MARY REICHARD, HOST: Today is Tuesday, December 21st. You’re listening to WORLD Radio and we’re so glad you are!
Good morning. I’m Mary Reichard.
NICK EICHER, HOST: And I’m Nick Eicher. Coming next on The World and Everything in It: holiday cooking.
This year, for a special Christmas treat, we asked our WORLD Radio team members to take their microphones into the kitchen while they prepared their favorite holiday dishes.
REICHARD: For the next few days, we invite you to join us as we measure the flour, juice the lemons, and try not to knock over the jar of cookie sprinkles. First up, Whitney Williams.
AUDIO: Macaroni and cheese!
WHITNEY WILLIAMS: Mac and cheese: The ultimate Christmas comfort food and a favorite in the Williams’ household. While other dishes go home in Tupperware, my mac and cheese gets scraped from its dish.
AUDIO: Sound of kids opening the microwave and stirring the sauce
What’s my secret? A man named Bob. Trusty Bob Evans. It’s his recipe and it’s nearly impossible to mess up, as he’s already prepared it for me. “Here, Whitney, let me get that for you,” says Bob. “I know you’re busy.”
That Bob, such a nice guy. He comes through for me every year. All I have to do is remove his masterpiece from its cardboard sleeve, stab the plastic film that covers it a few times, place it in the microwave, cook it for a few minutes, take it out, remove the film, stir it, and place it back in the microwave for a few more minutes. This year, I let my boys take care of the whole thing—my eldest can read now.
AUDIO: [8-year-old reading/deciphering directions, twins fighting over who gets to stir and push buttons on the microwave, and then the microwave ‘dinging’ that it’s ready]
Voila, a beloved masterpiece.
When it comes to mac and cheese, my three boys—and even my mother—do not delight in sacrifice, or I would give it. My husband likes to rag on me for my store-bought, microwave mac and cheese, but he admits it tastes better than any homemade mac and cheese he’s had in the past—and his mom is a fabulous cook.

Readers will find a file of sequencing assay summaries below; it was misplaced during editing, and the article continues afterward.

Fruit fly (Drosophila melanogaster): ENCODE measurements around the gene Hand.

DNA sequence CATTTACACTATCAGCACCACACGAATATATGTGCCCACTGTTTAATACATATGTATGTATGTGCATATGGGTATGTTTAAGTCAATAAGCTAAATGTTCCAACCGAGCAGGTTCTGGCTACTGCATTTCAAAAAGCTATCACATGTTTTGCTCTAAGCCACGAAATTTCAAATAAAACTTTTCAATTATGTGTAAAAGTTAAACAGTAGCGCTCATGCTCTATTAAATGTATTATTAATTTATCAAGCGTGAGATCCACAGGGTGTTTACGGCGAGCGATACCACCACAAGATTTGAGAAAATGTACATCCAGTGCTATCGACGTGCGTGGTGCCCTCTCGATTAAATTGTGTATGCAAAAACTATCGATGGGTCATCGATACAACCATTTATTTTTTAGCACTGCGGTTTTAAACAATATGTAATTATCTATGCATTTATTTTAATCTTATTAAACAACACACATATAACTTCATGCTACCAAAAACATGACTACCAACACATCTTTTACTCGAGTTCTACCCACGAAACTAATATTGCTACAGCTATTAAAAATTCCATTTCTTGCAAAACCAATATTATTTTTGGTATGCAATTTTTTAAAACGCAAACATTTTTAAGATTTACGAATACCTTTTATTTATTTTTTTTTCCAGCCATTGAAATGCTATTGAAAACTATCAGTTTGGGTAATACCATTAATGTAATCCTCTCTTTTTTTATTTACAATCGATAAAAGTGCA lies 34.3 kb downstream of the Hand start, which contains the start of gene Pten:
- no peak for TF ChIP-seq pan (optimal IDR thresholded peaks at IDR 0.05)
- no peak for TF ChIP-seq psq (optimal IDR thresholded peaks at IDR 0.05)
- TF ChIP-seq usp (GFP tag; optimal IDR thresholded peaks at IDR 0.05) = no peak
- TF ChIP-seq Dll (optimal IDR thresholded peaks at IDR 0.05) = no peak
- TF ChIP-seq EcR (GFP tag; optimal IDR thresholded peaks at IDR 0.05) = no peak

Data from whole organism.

“Of course it’s good,” I tell him. “How do you think it got into the refrigerated section at the grocery store?”
“If it ain’t broke, don’t fix it.” I mumble to myself, as I dig out my husband’s grandmother’s lace tablecloths and the china that my Papaw gave to my Memaw on their wedding day in 1959—white, trimmed with silver; a red rose on each delicate plate.
Only the best for my Christmas guests.
I’m Whitney Williams.
MARY REICHARD: Ya know, I appreciate that recalibration of unrealistic expectations! Who needs that anyway?
NICK EICHER: Ahem, I do. Those tacos aren’t going to grill themselves, not to give too much away!
REICHARD: Next up, a holiday treat that takes a little more effort to prepare. Here’s European correspondent Jenny Lind Schmitt.
AUDIO: We’re going to make Gluten Free stollen
JENNY LIND SCHMITT, REPORTER: Stollen, sometimes called Christstollen, is a dense Christmas bread that originated in Germany.
AUDIO: And it’s got flour, sugar, baking powder. Things that make it interesting are lots of butter and eggs, and vanilla…
When I met my husband Manu, his family introduced me to the tradition of eating Christmas stollen. I quickly adopted this tradition for myself.
AUDIO: Some people put almonds. We will actually be putting marzipan. Which is an option…
When I stopped eating gluten 14 years ago, this Christmas treat was one of the things I missed most. So one year, Manu made me a gluten free version. It was even better than I had remembered! He’s made them every Christmas since.